Isabelle can literally play the piano in her sleep - she has also been known to sing.

A video of the 13-year-old Napier girl playing a made-up ditty while sleepwalking on Monday night has gone viral online after being posted to YouTube this week.

Her mother's Auckland-based cousin, James Hodgson, viewed the footage on a phone and instantly knew it would be a success on the web due to its unusual nature. He posted it at 1am yesterday and was overwhelmed by the response after checking in later that morning.

"When I saw it, I thought 'that's amazing, I can't believe it - I bet other people would find that interesting too'," Mr Hodgson said.


"I went to bed, it had 160 hits, and when I woke up it was 13,000 or so."

In less than 24 hours it had more than 20,000 views and was picked up by The Telegraph, ABC and Channel 9 news in Australia, among others. If it reaches a million hits YouTube will pay out $1000 - money Isabelle would use to buy a laptop.

Despite comments claiming the clip must have been "faked", the sleeping sensation insists it is the real deal, though she did not wake up once or remember a thing. "When I saw it, I was just laughing at how I would stop and snore and then keep playing," she said.

The avid singer, who started piano lessons just two terms ago, appeared to be playing a tune though it was not one she recognised. "I think it was a bit of a mix by the sounds of things, it sounded like something I knew, with something I made up - I was there for five minutes straight."

Afterwards, Isabelle was such a dead weight all her mother Renee Welby could do was put a cushion down where she had curled up beside the piano.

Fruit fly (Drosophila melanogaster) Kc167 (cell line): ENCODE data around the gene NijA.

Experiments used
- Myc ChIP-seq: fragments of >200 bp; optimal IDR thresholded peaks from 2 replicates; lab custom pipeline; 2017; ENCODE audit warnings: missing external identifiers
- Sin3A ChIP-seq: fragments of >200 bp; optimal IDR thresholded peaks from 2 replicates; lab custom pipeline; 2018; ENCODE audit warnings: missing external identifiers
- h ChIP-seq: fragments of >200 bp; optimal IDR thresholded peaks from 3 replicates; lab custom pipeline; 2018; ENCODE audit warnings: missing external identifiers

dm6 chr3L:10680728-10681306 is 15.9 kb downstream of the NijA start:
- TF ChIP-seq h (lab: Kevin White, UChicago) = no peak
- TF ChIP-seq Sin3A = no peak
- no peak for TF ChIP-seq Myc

"I was in bed when I heard it, I'm thinking 'this is crazy, this is really strange'," Ms Welby said. "I walked in and she was playing, my other daughter got up and said 'we should record this', we thought we could save it for her 21st."

It wasn't totally out of the ordinary for Isabelle, who once dreamed she was on stage with Queen frontman Freddie Mercury singing I Want to Ride my Bicycle - only to realise she had belted out the tune in the dark with her eyes closed. Her sister once found her deep in slumber, standing bolt upright in the hallway. But family know the drill - quietly lead her back to bed without waking her.

Studies show adept musicians develop a high level of muscle memory, allowing them to play their instrument without mentally focusing on physical movements.

Sleep Well Clinic director Dr Alex Bartle said sleep-walking took many forms and generally happened within two to four hours of hitting the hay.

"You can do some quite complex things when you are asleep, to the point of driving a car. If she had been playing a new piece of music the instinct would be there to put fingers on the piano," he said. "We have muscle memory which allows musicians to play without sheet music, it's a subconscious simulation of moving your hands."

Singing was another "basic function" mimicked in sleep but used different functions to the far more common sleep talking.